Background: There has been no longitudinal study of the relation between concurrent exposure to dust mite allergen and endotoxin in early life and asthma and atopy at school age.
Objectives: To examine the relation between exposure to dust mite allergen and endotoxin at age 2 to 3 months and asthma, wheeze, and atopy in high-risk children.
Methods: Birth cohort study of 440 children with parental history of atopy in the Boston metropolitan area.
Results: In multivariate analyses, early exposure to high levels of dust mite allergen (> or =10 microg/g) was associated with increased risks of asthma at age 7 years (odds ratio [OR], 3.0; 95% CI, 1.1-7.9) and late-onset wheeze (OR, 5.0; 95% CI, 1.5-16.4). Exposure to endotoxin levels above the lowest quartile at age 2 to 3 months was associated with reduced odds of atopy at school age (OR, 0.5; 95% CI, 0.2-0.9). In contrast with its inverse association with atopy, endotoxin exposure in early life was associated with an increased risk of any wheeze between ages 1 and 7 years that did not change significantly with time (hazard ratio for each quartile increment in endotoxin levels, 1.23; 95% CI, 1.07-1.43).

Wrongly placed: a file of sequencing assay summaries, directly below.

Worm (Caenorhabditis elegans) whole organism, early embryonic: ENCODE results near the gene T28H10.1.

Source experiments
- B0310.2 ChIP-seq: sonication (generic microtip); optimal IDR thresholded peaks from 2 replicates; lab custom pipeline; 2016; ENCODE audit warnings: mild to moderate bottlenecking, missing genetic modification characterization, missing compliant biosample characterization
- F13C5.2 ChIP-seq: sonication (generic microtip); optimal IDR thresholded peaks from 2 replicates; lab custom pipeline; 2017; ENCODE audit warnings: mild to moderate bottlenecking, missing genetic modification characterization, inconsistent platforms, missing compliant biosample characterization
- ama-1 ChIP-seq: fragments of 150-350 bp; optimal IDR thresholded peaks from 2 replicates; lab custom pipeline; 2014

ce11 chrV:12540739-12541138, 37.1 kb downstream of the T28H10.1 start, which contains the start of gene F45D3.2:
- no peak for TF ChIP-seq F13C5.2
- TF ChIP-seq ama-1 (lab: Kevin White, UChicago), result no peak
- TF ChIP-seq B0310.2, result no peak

Conclusion: Among children at risk of atopy, early exposure to high levels of dust mite allergen is associated with increased risks of asthma and late-onset wheeze. In these children, endotoxin exposure is associated with a reduced risk of atopy but an increased risk of wheeze.
Clinical implications: Early endotoxin exposure may be a protective factor against atopy but a risk factor for wheeze in high-risk children.